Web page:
The girl in the blue dress stuck her tongue out at him. "The planet crashed into us," she insisted.

"We're on Earth-that-Was,"  red-headed woman--the only person in their party not armed--answered. She had glanced at the contingent of Slayers which by now had assembled around the ship. "Late twentieth- to early twenty-first-century, based on the beach fashions."

"It's 2003," answered Buffy--and added, indignantly, "this is a right-off-the-line Vera Lyn original; it'll be out of fashion by next summer."

"And how exactly did she afford that?" Dawn heard Rona prison-whisper to Shannon. It was a good question, and Dawn had to disguise her ensuing laugh with a cough. That was apparently enough to attract the attention of the barefoot girl, who began to stare at Dawn with a fascinated gaze of fear and curiosity. "Little Miss Muffet," she said in a low voice. "Fell asleep on a tuffet, and was brought tea and cakes."

Dawn could feel her heart plummet into her stomach as the girl's eyes bored into her. She hadn't heard those words in over two years. Not since Glory.

The other four members of the group all shot looks at each other. "Sorry about River," the male said at last. "My sister can be, well, a little crazy at times."

A little crazy. And crazy people could see the Key.

It would be a lie for Dawn to say, even in the private space of her own thoughts, that she had not thought of her unreal status since Glorificus' defeat. But she hadn't had to think about it, hadn't had it thrust in her face like this; when those nagging doubts occurred, as they always did every so often, she could just push them away to the back of her mind, focus on something else (flumen, flumen, fluminis, flumini, flumine; flumina, flumina, fluminum, fluminibus, fluminibus). She hadn't been confronted with her own unreality, not like this.

"The scarecrow got a brain," River said, "and the tin man a heart, but the Wizard couldn't send Dorothy home again."

There wasn't much that could be said to that, so it was Andrew who finally responded. "You're really from the future."

The red-headed woman nodded at the same time Giles interjected, "A future, even if you believe them. For them to come from our own would invoke all sorts of paradoxes; the timestreams are complicated things, and out of there array of possible futures and potential pasts--"

"They're not from our future," Willow broke in. ""But they have traveled through time and space; you can tell from their auras. So their story checks out."

The last woman, the one dressed in some sort of elegant sari and who had been silent so far, offered them a gracious smile. "I'm glad to hear that," she said with warm, yet restrained, enthusiasm. "Kaylee?"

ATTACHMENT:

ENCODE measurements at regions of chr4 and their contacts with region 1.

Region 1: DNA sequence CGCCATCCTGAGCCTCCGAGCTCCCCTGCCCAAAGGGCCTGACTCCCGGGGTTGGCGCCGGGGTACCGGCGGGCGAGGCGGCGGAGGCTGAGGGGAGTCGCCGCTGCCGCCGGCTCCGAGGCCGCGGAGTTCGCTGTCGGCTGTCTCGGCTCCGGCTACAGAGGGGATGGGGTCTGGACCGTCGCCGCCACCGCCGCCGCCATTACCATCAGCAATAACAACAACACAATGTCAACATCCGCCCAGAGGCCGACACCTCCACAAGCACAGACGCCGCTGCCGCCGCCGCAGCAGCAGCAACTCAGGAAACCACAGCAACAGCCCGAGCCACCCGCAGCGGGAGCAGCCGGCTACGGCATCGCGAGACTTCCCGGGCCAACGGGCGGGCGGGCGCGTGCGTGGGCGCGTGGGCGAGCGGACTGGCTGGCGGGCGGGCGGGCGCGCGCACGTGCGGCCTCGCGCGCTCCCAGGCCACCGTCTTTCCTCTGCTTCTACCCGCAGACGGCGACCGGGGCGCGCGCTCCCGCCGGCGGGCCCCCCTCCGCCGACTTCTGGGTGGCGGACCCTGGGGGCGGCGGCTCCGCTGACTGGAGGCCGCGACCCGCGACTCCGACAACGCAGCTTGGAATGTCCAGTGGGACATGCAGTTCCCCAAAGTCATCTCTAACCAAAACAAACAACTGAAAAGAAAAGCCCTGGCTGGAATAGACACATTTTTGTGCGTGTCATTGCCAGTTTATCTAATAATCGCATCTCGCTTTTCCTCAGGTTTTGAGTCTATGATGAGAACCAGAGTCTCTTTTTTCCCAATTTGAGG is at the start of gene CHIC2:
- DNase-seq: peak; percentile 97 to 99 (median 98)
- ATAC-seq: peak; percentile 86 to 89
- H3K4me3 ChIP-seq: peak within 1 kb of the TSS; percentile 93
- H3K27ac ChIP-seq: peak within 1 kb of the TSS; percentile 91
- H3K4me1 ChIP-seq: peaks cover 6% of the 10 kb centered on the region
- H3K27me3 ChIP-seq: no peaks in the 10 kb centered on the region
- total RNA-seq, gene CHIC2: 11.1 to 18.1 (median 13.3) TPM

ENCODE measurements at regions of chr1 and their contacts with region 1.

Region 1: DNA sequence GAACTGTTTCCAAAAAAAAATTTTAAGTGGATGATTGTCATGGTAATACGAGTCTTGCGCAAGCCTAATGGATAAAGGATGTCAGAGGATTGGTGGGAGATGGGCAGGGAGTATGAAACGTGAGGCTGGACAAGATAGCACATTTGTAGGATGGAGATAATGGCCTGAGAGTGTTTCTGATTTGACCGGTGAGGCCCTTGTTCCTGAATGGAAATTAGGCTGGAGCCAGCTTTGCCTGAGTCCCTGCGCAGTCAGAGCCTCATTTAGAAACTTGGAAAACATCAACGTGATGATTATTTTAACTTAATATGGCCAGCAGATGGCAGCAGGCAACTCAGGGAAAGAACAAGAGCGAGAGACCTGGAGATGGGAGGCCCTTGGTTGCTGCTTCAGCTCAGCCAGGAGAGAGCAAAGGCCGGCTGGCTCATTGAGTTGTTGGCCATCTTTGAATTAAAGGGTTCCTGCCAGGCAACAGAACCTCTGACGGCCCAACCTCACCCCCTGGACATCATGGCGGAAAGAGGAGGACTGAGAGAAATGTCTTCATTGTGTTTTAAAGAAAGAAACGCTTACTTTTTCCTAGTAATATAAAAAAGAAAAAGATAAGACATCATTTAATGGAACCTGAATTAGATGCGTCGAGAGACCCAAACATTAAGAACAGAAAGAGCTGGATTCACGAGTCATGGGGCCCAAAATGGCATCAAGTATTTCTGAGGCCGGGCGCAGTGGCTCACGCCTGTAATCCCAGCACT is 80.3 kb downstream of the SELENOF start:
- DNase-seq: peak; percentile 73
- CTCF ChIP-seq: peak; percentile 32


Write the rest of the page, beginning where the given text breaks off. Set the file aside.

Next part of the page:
"It's not going to be easy to fix Serenity," the captain answered, holstering her gun; the others followed her lead. "Maybe impossible without Alliance tech." She looked around. "And if we really are on Earth-that-Was, then"--more Chinese--"only knows how we're going to get back."

"If we get back," corrected the red-haired woman.

The captain frowned, but didn't respond. Instead, she looked at the group of Slayers. "I'm Kaylee Frye," she introduced herself to the group, "and this here behind me's Serenity. This here's River, our pilot and second-in-command. and her brother Simon's our doctor. Saffron--that's what we call her, anyways, as she won't tell us her real name and that what we knew her as all firstlike, she's our co-pilot and hostage, sort of. And 'Nara's a Companion."

The Slayer contingent just sort of stared at each other, and it was once again Andrew who rushed in to fill the silence. "I'm Andrew, and I'm sort of a hostage too, only it's my job to chronicle the exploits of our band of Slayers of the Vampyres, and--"

"Shut up," Buffy ordered.

. . .

River is baptized into a new world even as she is exorcised from the old. The old nightmares, the Reavers and the Alliance, hands of blue two by two, Miranda and her tempest, all slip away, to be replaced by ones even worse: vampires and werewolves and demons and witches, every storybook monster that once scared her, once woke her screaming and caused her to run to Simon's room for comfort, now made real.

And there is something else made real, something so old and so powerful River has no words to describe it, to give it flesh, make it real, but now it is made of sugar and spice and everything nice and there is a word to name her, a name that can speak of what she is and what she will be.

Dawn.